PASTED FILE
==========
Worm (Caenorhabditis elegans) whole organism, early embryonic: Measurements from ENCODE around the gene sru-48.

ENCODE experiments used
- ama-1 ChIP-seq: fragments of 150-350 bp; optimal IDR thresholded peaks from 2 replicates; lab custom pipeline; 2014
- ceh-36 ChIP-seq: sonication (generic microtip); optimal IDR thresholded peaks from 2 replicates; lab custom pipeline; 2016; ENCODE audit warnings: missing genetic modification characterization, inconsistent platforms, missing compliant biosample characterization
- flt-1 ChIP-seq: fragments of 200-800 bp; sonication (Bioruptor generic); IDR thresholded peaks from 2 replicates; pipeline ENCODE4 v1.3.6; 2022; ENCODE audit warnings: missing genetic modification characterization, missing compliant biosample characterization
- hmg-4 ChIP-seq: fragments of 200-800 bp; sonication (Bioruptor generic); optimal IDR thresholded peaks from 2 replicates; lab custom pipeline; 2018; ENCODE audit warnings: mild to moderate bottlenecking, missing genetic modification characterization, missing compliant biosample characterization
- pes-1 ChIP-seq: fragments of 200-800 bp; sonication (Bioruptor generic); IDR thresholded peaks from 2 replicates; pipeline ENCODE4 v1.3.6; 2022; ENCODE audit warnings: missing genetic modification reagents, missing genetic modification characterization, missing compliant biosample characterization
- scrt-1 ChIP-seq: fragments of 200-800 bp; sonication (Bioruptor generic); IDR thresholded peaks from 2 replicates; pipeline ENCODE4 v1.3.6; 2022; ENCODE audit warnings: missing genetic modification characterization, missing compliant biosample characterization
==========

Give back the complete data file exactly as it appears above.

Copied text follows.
Worm (Caenorhabditis elegans) whole organism, early embryonic: Measurements from ENCODE around the gene sru-48.

ENCODE experiments used
- ama-1 ChIP-seq: fragments of 150-350 bp; optimal IDR thresholded peaks from 2 replicates; lab custom pipeline; 2014
- ceh-36 ChIP-seq: sonication (generic microtip); optimal IDR thresholded peaks from 2 replicates; lab custom pipeline; 2016; ENCODE audit warnings: missing genetic modification characterization, inconsistent platforms, missing compliant biosample characterization
- flt-1 ChIP-seq: fragments of 200-800 bp; sonication (Bioruptor generic); IDR thresholded peaks from 2 replicates; pipeline ENCODE4 v1.3.6; 2022; ENCODE audit warnings: missing genetic modification characterization, missing compliant biosample characterization
- hmg-4 ChIP-seq: fragments of 200-800 bp; sonication (Bioruptor generic); optimal IDR thresholded peaks from 2 replicates; lab custom pipeline; 2018; ENCODE audit warnings: mild to moderate bottlenecking, missing genetic modification characterization, missing compliant biosample characterization
- pes-1 ChIP-seq: fragments of 200-800 bp; sonication (Bioruptor generic); IDR thresholded peaks from 2 replicates; pipeline ENCODE4 v1.3.6; 2022; ENCODE audit warnings: missing genetic modification reagents, missing genetic modification characterization, missing compliant biosample characterization
- scrt-1 ChIP-seq: fragments of 200-800 bp; sonication (Bioruptor generic); IDR thresholded peaks from 2 replicates; pipeline ENCODE4 v1.3.6; 2022; ENCODE audit warnings: missing genetic modification characterization, missing compliant biosample characterization